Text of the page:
You know how to move items on eBay—how to write good auction descriptions, set a price, and take enticing photos. There are plenty of people out there who'd love to pay you for those skills.
A 2004 Nielsen survey found that the average American household has more than $2, 200 worth of unused stuff lying around: computers, cell phones, cameras, jewelry, and more. (That was the purchase price; the secondhand items in decent condition are probably worth about a thousand bucks.) Multiply that by the number of households in your area, and each street becomes a hidden gold mine.
You can build your eBay business by selling items on consignment for people who are either unfamiliar with eBay or who don't have time to list and manage auctions on their own. Instead of hunting down suppliers, you can have suppliers come to you. You run the auction and claim a commission when the item sells. You can choose from several different selling-for-others options.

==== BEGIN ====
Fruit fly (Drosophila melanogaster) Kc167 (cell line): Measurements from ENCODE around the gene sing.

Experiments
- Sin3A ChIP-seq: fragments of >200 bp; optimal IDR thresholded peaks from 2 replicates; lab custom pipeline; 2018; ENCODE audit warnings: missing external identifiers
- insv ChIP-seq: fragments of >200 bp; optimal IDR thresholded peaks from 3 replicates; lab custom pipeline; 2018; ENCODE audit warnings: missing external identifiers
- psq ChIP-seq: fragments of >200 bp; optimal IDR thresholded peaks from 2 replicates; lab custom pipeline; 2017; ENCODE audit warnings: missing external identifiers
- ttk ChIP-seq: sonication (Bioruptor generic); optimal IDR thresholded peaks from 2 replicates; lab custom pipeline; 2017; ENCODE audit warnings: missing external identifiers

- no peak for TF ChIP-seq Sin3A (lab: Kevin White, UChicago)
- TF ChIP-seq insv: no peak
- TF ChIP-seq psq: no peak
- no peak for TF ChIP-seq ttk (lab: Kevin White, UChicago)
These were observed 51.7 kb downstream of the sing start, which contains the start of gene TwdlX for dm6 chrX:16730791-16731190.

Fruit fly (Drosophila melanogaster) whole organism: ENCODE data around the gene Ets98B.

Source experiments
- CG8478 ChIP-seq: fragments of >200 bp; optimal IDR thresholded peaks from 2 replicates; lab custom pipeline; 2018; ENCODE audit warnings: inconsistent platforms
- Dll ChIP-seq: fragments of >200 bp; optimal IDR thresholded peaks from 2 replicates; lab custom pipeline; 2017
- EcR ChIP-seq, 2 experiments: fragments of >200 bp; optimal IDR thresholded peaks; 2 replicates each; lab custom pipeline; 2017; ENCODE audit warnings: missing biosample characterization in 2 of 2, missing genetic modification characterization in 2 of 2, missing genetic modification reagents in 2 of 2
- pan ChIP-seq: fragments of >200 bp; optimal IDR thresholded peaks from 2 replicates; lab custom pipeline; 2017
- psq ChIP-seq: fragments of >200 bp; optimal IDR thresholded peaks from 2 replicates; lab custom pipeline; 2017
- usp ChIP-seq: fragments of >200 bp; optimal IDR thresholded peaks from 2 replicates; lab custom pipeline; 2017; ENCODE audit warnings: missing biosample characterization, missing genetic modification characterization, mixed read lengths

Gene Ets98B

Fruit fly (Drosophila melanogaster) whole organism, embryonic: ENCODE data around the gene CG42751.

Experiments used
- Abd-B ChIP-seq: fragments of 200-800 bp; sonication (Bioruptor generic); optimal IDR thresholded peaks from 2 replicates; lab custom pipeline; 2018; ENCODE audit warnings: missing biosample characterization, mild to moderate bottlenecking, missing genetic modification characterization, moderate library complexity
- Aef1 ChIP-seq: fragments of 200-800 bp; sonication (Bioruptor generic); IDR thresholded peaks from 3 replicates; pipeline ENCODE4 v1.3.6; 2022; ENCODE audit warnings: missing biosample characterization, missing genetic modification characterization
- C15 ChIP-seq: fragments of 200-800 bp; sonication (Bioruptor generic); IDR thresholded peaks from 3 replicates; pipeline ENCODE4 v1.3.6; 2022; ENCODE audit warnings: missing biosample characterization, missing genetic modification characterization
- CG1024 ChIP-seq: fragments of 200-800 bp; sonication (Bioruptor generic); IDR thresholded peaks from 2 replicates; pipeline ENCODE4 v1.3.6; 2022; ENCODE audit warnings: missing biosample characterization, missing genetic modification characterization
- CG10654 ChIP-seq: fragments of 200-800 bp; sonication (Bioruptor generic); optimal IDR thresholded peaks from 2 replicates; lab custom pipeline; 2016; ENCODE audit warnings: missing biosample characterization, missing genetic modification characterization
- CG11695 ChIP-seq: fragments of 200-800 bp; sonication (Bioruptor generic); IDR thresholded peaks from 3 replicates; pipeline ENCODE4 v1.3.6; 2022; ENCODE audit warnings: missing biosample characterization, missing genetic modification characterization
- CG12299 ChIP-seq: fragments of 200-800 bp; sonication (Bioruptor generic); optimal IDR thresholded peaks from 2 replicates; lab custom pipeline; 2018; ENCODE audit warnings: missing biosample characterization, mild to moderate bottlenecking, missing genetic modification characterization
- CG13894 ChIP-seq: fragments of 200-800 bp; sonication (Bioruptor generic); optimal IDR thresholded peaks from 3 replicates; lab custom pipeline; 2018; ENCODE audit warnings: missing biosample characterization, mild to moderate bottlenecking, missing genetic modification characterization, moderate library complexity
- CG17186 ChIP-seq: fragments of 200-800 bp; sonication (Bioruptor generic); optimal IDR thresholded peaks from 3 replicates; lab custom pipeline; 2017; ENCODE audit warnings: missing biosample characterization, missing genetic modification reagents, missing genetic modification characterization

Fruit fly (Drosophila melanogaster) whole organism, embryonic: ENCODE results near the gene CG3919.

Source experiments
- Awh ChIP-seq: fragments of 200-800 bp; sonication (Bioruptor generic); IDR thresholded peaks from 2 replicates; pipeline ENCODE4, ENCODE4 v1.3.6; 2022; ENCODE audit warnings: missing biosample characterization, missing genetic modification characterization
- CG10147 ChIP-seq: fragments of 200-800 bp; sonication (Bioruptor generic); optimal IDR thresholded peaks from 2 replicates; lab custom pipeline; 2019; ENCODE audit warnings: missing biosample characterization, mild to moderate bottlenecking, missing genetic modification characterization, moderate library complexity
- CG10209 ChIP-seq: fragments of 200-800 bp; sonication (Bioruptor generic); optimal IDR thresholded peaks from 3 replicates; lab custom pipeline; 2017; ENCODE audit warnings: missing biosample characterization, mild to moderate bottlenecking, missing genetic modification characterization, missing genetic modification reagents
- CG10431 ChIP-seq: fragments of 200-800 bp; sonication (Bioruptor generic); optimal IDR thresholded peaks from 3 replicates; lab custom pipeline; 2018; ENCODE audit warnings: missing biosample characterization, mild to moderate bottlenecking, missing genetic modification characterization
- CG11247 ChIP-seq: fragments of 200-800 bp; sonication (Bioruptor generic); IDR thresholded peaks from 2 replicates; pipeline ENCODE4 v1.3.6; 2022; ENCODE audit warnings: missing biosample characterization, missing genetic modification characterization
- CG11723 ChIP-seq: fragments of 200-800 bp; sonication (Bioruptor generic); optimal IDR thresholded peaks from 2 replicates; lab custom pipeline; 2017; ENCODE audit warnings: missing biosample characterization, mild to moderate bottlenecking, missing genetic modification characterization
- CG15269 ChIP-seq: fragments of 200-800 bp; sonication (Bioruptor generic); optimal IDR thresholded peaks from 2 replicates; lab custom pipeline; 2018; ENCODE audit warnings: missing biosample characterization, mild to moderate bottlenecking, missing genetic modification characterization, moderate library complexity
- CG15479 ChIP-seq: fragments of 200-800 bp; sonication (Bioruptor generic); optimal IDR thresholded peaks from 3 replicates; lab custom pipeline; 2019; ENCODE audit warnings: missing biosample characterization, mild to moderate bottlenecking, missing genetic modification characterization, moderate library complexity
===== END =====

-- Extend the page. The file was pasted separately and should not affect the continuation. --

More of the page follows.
eBay has a program for consignment sellers, called Trading Assistants (TAs). It doesn't cost anything to join, and it's easy to qualify for the program; once you do, eBay includes you in its directory of trading assistants so that other eBayers can find you. You also get a logo to include in your listings, which gives you some marketing reach; eBayers who buy from you might also ask about your TA services.
To become a TA, you must be a registered seller and meet these criteria:
You must have sold four ...